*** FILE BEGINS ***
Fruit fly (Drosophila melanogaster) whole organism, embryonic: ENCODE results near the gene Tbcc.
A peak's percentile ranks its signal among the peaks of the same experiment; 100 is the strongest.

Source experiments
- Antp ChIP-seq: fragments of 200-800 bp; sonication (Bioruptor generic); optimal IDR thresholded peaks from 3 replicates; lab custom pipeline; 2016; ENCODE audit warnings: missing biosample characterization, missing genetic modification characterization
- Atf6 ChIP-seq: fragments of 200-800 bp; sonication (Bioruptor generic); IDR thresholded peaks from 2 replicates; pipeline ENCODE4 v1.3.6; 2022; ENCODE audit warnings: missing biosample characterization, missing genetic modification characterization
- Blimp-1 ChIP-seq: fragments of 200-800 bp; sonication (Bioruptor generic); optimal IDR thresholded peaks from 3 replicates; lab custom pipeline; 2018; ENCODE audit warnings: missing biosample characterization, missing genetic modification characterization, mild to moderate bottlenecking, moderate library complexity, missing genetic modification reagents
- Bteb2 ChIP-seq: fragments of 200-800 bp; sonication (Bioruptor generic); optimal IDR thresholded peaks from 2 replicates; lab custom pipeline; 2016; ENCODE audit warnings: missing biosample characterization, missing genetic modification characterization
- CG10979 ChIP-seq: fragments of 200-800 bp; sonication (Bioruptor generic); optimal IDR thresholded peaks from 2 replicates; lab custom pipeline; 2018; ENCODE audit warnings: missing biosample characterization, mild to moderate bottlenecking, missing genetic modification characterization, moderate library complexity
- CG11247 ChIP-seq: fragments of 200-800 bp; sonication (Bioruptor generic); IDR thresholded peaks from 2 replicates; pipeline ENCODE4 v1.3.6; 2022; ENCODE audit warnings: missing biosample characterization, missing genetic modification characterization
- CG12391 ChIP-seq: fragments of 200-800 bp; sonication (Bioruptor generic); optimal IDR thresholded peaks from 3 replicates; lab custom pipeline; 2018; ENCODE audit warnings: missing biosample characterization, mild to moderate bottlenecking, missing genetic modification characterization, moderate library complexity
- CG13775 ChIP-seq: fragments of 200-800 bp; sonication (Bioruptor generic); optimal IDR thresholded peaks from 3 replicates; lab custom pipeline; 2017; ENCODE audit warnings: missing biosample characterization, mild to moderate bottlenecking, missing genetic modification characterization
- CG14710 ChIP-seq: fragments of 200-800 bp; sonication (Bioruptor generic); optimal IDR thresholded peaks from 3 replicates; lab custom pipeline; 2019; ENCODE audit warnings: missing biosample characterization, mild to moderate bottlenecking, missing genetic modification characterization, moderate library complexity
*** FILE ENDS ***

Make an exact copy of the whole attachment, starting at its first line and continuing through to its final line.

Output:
Fruit fly (Drosophila melanogaster) whole organism, embryonic: ENCODE results near the gene Tbcc.
A peak's percentile ranks its signal among the peaks of the same experiment; 100 is the strongest.

Source experiments
- Antp ChIP-seq: fragments of 200-800 bp; sonication (Bioruptor generic); optimal IDR thresholded peaks from 3 replicates; lab custom pipeline; 2016; ENCODE audit warnings: missing biosample characterization, missing genetic modification characterization
- Atf6 ChIP-seq: fragments of 200-800 bp; sonication (Bioruptor generic); IDR thresholded peaks from 2 replicates; pipeline ENCODE4 v1.3.6; 2022; ENCODE audit warnings: missing biosample characterization, missing genetic modification characterization
- Blimp-1 ChIP-seq: fragments of 200-800 bp; sonication (Bioruptor generic); optimal IDR thresholded peaks from 3 replicates; lab custom pipeline; 2018; ENCODE audit warnings: missing biosample characterization, missing genetic modification characterization, mild to moderate bottlenecking, moderate library complexity, missing genetic modification reagents
- Bteb2 ChIP-seq: fragments of 200-800 bp; sonication (Bioruptor generic); optimal IDR thresholded peaks from 2 replicates; lab custom pipeline; 2016; ENCODE audit warnings: missing biosample characterization, missing genetic modification characterization
- CG10979 ChIP-seq: fragments of 200-800 bp; sonication (Bioruptor generic); optimal IDR thresholded peaks from 2 replicates; lab custom pipeline; 2018; ENCODE audit warnings: missing biosample characterization, mild to moderate bottlenecking, missing genetic modification characterization, moderate library complexity
- CG11247 ChIP-seq: fragments of 200-800 bp; sonication (Bioruptor generic); IDR thresholded peaks from 2 replicates; pipeline ENCODE4 v1.3.6; 2022; ENCODE audit warnings: missing biosample characterization, missing genetic modification characterization
- CG12391 ChIP-seq: fragments of 200-800 bp; sonication (Bioruptor generic); optimal IDR thresholded peaks from 3 replicates; lab custom pipeline; 2018; ENCODE audit warnings: missing biosample characterization, mild to moderate bottlenecking, missing genetic modification characterization, moderate library complexity
- CG13775 ChIP-seq: fragments of 200-800 bp; sonication (Bioruptor generic); optimal IDR thresholded peaks from 3 replicates; lab custom pipeline; 2017; ENCODE audit warnings: missing biosample characterization, mild to moderate bottlenecking, missing genetic modification characterization
- CG14710 ChIP-seq: fragments of 200-800 bp; sonication (Bioruptor generic); optimal IDR thresholded peaks from 3 replicates; lab custom pipeline; 2019; ENCODE audit warnings: missing biosample characterization, mild to moderate bottlenecking, missing genetic modification characterization, moderate library complexity